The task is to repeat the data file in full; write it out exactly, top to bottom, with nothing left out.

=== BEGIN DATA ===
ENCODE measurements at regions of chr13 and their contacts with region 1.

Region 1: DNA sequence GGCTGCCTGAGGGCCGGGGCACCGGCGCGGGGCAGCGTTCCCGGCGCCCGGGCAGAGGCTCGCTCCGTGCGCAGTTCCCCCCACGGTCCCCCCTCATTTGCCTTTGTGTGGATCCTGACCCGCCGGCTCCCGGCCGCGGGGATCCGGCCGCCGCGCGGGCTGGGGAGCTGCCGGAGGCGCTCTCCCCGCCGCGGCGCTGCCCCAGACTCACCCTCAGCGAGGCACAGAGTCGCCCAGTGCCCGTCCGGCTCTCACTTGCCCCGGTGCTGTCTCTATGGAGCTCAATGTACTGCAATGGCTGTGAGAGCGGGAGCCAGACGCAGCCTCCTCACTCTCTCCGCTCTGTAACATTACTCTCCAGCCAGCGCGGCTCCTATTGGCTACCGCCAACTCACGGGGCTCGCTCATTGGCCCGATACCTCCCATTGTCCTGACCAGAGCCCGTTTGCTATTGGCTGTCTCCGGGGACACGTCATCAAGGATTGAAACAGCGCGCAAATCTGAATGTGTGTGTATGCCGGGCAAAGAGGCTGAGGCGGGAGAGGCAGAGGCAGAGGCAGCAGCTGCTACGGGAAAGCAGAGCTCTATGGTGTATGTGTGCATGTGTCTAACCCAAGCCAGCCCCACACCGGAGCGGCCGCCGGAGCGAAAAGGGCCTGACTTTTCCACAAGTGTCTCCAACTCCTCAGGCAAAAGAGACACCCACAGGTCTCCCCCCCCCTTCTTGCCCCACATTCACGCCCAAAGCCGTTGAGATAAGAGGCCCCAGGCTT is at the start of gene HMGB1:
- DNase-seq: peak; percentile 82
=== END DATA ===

ENCODE measurements at regions of chr13 and their contacts with region 1.

Region 1: DNA sequence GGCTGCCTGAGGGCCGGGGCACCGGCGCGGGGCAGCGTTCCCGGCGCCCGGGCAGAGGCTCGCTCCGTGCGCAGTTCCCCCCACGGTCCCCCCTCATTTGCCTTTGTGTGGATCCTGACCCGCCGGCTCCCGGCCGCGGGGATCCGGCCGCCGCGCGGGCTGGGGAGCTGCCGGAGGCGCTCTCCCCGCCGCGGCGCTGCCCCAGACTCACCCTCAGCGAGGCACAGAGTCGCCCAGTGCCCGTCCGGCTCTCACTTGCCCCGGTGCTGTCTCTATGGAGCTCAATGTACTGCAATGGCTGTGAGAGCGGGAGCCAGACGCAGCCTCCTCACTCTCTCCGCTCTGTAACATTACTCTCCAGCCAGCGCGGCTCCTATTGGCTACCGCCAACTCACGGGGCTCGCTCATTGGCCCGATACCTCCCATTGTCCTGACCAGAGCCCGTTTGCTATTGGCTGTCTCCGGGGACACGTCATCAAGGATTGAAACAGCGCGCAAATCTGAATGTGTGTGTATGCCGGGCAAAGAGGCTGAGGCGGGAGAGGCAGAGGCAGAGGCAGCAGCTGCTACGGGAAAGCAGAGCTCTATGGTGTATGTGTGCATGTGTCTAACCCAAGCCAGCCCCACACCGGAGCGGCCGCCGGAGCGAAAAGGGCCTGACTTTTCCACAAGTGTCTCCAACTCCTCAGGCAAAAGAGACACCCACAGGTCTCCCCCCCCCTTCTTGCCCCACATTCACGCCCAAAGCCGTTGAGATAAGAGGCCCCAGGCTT is at the start of gene HMGB1:
- DNase-seq: peak; percentile 82